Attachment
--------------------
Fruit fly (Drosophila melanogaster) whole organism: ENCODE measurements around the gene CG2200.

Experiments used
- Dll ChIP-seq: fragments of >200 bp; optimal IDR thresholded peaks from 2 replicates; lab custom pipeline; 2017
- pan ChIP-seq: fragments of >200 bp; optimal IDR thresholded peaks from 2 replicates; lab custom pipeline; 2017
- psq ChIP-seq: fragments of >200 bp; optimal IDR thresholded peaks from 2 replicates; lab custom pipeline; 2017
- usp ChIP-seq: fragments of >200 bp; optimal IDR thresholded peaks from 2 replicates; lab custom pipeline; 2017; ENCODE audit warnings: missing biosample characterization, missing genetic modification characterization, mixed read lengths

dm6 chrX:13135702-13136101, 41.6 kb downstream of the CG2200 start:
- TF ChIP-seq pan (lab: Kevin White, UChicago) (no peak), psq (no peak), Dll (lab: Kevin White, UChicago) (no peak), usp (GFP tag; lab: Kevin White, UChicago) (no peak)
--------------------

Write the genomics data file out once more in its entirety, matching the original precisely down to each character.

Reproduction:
Fruit fly (Drosophila melanogaster) whole organism: ENCODE measurements around the gene CG2200.

Experiments used
- Dll ChIP-seq: fragments of >200 bp; optimal IDR thresholded peaks from 2 replicates; lab custom pipeline; 2017
- pan ChIP-seq: fragments of >200 bp; optimal IDR thresholded peaks from 2 replicates; lab custom pipeline; 2017
- psq ChIP-seq: fragments of >200 bp; optimal IDR thresholded peaks from 2 replicates; lab custom pipeline; 2017
- usp ChIP-seq: fragments of >200 bp; optimal IDR thresholded peaks from 2 replicates; lab custom pipeline; 2017; ENCODE audit warnings: missing biosample characterization, missing genetic modification characterization, mixed read lengths

dm6 chrX:13135702-13136101, 41.6 kb downstream of the CG2200 start:
- TF ChIP-seq pan (lab: Kevin White, UChicago) (no peak), psq (no peak), Dll (lab: Kevin White, UChicago) (no peak), usp (GFP tag; lab: Kevin White, UChicago) (no peak)